They make Norway richer – the Nation
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Big dreams and little luggage. This is how Pakistanis describe their arrival here in the country. Norway was in desperate need of labor and Pakistanis were in desperate need of labor.
The plan was to work hard and intensively, for a few years. The plan was not to stay.
Many rotted. After a few years, the working immigrants were mentioned in the Norwegian media. But it took a long time before the women became visible.
They were at home and lonely, without connection to society and without family networks from the home country.
One of the first time The isolation of immigrant women is mentioned in the Norwegian press, was in Arbeiderbladet in February 1975, writes Shazia Majid in her critically acclaimed book Out of the shadows. A Swedish survey revealed that only 18 percent of immigrant women working at home in Sweden understood Swedish. Homemakers received no language training.
A few months later wrote Nationen about another Swedish survey, says Majid. It showed that 21 out of 30 Turkish women visited lacked formal education. No one had children in kindergarten and almost no one understood Swedish. Seven women felt isolated. Father in the house was in charge of all contact with the outside world.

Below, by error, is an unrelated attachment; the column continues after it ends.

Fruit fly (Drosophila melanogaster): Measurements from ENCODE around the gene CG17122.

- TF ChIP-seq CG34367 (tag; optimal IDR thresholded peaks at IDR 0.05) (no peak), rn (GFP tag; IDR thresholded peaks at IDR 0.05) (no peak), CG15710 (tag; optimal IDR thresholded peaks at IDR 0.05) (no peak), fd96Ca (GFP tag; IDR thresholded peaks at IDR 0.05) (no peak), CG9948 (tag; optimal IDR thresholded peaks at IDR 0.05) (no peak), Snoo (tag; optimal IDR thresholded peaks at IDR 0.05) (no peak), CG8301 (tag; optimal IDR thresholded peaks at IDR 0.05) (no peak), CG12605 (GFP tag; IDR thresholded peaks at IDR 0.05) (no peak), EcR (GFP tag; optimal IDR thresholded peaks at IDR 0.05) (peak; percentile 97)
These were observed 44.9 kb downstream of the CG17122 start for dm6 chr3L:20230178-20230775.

Willingness to be interested in people, in who they are and how they feel, is a cornerstone of journalism. Such curiosity and willingness to be important is a central part of the Nation’s journalism even today.
Tens of thousands of people in Norway has another country they call “home”. At least 3,000 of them work in agriculture, as seasonal workers.
Vietnam, Philippines and Ukraine. This is where most of the seasonal workers in agriculture come from. During the corona, many were barred from coming. This has created major problems for the green industry and for the workers.
A net monthly salary here corresponds to the Vietnamese Dao Thi Hiep, as the family’s main breadwinner, could have saved up during the year at home, she told Nationen in October last year.
A few hundred stranded in Norway when the corona pandemic gave closed borders and strict restrictions. Our journalist met 22 of them in February this year, and have not read the strong report from a red house along highway 241 at Jevnaker, you should do it now.
Many immigrants lives here permanently and has knowledge and insight Norway benefits from throughout the year. Like Richard Mukoyo, who the Nation wrote about in August last year. He was an agronomist in a refugee camp in Zambia for nine years. He is now integrating refugees in a 350-year-old vegetable garden on Tolga in the North-Eastern Valley.
50 years later that the first Pakistanis came to Norway, one of their descendants, Hadia Tajik, has again taken a ministerial post. Another, Abid Raja, has just resigned. Both have broken barriers and enriched Norwegian society. Their – and others’ – stories are worth seeking out and listening to. Immigrants have made Norway richer, in so many ways.